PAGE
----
Ignoble savages go ape in Human Nature.

Hairy Plotters 

Ignoble savages go ape in Human Nature.

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A glance through the summaries of this year's forthcoming blockbusters makes it immediately refreshing to note a movie about furry freaks and saucy geeks whose primary goal is just to, you know, do it. In Human Nature, written by Charlie Kaufman (Being John Malkovich) and directed by feature neophyte Michel Gondry, the wild thang is key to all things. For a while, the screwy comedy toes a rather obvious line between Miss Manners and Robert Bly, but then, to its credit, it leaps around willy-nilly, letting lust run its beastly course. Bravo, that.

Essentially, we're looking at a fervid love square. Lila Jute (Patricia Arquette) is a pretty lady with severe hirsutism, a source of shame and near-suicide until she decides to celebrate her fuzzy booty and go live, as it were, "in nature." (This may be symbolic of thousands of women chucking their razors and migrating to the Bay Area. Or maybe it isn't.) Fortune smiles on Lila in her career as a nature writer, but soon she discovers in herself a hunger for man-love, and begrudgingly she returns to man's world.

Shacking up with an excessively meticulous behavioral scientist named Nathan Bronfman (Tim Robbins), Lila represses her wild ways, practicing surreptitious full-body shaving and honoring Nathan's mania about using the correct fork. Further compromises are inevitable, however, as an innocent sylvan hike leads the couple to a naked wild man (Rhys Ifans), who appears to be the bastard spawn of Dr. Zaius and/or Tom Petty. When the apelike fellow is whisked back to Nathan's lab for carefully regimented research and training, he's dubbed "Puff" by Nathan's frisky French assistant, Gabrielle (Miranda Otto). What ensues is a lot of sneaky, scamming love action at cross-purposes, designed to reveal the flimsiness of terms like "natural" and "innocent."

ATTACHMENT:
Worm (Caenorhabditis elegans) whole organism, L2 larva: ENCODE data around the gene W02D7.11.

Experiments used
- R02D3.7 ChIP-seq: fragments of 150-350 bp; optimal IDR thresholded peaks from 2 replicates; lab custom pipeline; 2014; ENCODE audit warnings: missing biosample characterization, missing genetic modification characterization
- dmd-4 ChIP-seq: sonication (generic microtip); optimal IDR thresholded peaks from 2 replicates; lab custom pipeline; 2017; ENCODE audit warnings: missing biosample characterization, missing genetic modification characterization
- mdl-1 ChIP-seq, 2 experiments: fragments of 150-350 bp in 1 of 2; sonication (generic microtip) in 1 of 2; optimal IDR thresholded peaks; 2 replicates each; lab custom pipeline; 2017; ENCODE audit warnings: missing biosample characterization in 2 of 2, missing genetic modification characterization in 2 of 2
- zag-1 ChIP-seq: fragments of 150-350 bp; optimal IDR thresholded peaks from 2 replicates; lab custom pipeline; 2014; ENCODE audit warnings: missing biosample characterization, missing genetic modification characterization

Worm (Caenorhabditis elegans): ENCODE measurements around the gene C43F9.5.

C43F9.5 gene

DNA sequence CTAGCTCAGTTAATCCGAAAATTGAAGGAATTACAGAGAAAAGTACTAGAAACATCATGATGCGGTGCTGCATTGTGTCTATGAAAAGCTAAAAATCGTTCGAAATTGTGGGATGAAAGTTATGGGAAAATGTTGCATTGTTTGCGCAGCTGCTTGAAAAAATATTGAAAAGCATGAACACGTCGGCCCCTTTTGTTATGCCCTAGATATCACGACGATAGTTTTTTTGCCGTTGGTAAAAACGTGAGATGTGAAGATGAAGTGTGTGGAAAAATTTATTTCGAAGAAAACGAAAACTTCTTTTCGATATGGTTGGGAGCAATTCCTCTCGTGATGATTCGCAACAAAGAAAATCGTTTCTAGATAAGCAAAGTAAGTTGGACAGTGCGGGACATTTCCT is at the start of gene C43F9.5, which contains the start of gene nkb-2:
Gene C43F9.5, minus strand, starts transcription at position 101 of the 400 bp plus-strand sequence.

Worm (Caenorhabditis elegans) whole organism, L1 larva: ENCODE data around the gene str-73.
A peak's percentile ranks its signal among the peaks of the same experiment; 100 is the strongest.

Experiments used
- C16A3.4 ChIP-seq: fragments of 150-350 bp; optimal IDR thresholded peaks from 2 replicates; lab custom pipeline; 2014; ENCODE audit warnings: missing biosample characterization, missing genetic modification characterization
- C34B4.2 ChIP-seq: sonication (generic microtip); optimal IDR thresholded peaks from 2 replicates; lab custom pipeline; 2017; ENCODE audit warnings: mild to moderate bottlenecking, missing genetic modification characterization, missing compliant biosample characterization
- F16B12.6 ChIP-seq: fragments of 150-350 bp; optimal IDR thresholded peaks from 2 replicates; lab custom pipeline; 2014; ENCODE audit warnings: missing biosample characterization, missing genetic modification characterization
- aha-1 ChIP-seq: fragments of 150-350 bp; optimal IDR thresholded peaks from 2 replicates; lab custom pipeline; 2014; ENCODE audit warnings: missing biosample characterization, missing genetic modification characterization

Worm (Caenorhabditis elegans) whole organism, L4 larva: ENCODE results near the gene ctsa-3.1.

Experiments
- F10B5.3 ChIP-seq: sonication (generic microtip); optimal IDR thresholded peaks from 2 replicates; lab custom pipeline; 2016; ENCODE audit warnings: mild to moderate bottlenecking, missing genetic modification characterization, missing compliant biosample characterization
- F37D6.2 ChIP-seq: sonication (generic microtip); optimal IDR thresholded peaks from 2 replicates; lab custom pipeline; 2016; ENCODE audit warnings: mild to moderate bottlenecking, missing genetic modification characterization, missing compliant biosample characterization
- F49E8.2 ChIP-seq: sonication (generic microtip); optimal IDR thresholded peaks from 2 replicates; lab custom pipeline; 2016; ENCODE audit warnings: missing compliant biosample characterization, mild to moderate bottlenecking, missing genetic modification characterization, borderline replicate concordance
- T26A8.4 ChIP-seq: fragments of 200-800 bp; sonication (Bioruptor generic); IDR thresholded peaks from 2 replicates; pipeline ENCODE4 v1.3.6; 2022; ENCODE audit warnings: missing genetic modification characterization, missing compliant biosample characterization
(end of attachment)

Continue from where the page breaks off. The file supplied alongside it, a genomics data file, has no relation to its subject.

Kaufman has fashioned this story as something of a nonlinear mystery. Thus, we get outcomes well before explanations, affording the plot a heady momentum. We know early on, for instance, that Puff is testifying before the Supreme Court and that Nathan has been shot in the head. Since we're frequently a step ahead of the characters, the writer uses the breathing room to throw down a wide variety of outlandish tics, ranging in tone from cuddly (fantasies of nursing babies) to cruel (shock collars). What could have been simply a nebbish's reply to Darwin is screwed up into a grand farce of desire and deceit.

The clever script would be for naught, however, if Gondry or his cast didn't instill each implausibility with humanity and charm. As Puff, Ifans is literally freaking hilarious, smeared with feces one minute and speaking the Queen's English the next. His musky aura (and seedy secret life) plays wonderfully against Arquette's fractured nymph, as she struggles to balance her delusions and lusts with Robbins's threadbare romantic idealism. Once Otto's wanton advances are mixed into the mess, it's anybody's game, and happily so. You'll laugh a lot, but not without a sense of animal desperation.

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